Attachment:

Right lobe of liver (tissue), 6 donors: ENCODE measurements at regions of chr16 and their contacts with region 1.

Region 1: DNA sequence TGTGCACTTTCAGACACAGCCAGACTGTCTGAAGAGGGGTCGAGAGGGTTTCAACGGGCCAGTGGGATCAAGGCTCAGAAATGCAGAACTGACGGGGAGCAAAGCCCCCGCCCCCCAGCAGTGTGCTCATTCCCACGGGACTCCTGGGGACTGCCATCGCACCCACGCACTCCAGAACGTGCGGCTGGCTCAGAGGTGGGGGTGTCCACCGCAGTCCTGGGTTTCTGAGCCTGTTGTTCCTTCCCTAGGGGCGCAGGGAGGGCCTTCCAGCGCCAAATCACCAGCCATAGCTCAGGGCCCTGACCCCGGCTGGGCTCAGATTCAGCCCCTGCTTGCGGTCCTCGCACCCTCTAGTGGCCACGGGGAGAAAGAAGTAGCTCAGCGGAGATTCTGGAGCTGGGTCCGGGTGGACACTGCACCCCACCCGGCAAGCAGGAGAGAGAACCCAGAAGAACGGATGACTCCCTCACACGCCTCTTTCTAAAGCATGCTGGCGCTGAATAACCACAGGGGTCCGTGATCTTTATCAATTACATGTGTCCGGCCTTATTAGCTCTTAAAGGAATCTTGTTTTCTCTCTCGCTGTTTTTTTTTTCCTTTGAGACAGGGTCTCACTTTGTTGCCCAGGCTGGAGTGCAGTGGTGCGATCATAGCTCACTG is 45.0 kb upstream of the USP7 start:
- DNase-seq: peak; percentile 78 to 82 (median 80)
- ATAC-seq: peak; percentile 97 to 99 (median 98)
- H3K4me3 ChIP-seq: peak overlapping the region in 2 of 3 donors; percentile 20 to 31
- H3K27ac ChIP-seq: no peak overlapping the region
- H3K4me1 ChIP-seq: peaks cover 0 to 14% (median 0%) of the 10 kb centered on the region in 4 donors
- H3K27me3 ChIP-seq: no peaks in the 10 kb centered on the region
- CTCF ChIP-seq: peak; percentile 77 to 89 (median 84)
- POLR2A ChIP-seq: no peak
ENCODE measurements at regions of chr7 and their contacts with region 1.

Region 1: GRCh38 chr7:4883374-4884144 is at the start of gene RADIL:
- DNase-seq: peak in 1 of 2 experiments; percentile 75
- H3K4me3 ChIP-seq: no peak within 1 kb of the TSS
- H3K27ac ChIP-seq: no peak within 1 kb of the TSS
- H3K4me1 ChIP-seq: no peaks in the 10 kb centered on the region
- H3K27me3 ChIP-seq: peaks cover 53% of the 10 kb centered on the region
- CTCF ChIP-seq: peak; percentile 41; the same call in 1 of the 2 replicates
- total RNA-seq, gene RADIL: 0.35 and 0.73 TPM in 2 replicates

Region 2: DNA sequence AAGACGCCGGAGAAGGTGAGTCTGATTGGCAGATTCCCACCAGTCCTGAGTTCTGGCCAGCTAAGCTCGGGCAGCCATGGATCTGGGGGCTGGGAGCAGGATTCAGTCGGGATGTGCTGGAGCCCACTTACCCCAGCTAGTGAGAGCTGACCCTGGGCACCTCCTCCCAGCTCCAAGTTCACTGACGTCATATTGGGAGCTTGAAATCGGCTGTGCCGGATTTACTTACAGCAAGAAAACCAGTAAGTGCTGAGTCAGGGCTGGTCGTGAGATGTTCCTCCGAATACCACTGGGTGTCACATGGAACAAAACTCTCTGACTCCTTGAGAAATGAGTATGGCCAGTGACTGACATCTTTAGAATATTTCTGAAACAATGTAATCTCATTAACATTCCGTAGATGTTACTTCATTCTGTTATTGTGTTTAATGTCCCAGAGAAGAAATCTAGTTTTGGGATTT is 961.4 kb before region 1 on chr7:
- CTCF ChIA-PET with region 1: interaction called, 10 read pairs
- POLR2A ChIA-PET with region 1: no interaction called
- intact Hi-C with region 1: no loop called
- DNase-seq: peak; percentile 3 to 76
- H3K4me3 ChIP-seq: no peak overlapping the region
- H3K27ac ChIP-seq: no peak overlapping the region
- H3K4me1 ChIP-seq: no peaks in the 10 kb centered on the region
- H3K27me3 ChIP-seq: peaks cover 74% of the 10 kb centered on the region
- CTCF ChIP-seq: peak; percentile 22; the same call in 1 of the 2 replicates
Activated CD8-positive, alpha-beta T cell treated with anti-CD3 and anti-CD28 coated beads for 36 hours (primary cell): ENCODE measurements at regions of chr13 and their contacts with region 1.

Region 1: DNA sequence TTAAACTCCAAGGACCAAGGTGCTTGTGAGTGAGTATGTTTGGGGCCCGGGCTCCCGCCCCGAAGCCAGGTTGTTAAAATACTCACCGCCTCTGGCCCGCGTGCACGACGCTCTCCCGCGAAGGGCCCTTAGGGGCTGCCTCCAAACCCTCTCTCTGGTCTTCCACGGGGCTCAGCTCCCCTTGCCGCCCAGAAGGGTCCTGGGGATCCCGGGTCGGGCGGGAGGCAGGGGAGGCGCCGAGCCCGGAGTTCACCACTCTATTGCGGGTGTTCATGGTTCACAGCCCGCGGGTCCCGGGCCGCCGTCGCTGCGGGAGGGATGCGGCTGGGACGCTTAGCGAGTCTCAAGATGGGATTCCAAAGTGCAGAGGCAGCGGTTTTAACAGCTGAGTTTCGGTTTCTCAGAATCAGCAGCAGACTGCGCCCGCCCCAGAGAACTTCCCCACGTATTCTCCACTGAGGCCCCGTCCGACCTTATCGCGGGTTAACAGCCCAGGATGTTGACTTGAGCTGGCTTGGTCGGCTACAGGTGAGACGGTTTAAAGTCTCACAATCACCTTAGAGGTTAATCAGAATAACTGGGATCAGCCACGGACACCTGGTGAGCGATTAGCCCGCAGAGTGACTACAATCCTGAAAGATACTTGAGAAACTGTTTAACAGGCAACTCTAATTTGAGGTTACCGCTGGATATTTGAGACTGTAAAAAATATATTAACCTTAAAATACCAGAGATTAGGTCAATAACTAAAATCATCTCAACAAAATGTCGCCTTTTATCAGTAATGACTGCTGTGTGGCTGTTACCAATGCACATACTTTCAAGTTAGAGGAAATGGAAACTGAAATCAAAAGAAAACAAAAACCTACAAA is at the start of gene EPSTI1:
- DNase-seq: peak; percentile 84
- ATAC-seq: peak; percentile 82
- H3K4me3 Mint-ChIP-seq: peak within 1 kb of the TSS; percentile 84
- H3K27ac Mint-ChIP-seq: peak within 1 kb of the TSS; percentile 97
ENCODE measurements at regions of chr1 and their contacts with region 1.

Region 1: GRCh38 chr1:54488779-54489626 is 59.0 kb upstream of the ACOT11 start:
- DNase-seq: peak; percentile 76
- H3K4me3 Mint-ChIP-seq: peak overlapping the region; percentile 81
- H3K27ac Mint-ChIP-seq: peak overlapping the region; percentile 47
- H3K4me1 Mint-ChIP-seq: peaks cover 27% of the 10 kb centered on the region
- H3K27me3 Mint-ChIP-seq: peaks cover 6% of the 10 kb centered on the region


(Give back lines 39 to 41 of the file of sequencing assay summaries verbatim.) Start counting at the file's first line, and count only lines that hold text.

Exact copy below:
- H3K4me3 Mint-ChIP-seq: peak overlapping the region; percentile 81
- H3K27ac Mint-ChIP-seq: peak overlapping the region; percentile 47
- H3K4me1 Mint-ChIP-seq: peaks cover 27% of the 10 kb centered on the region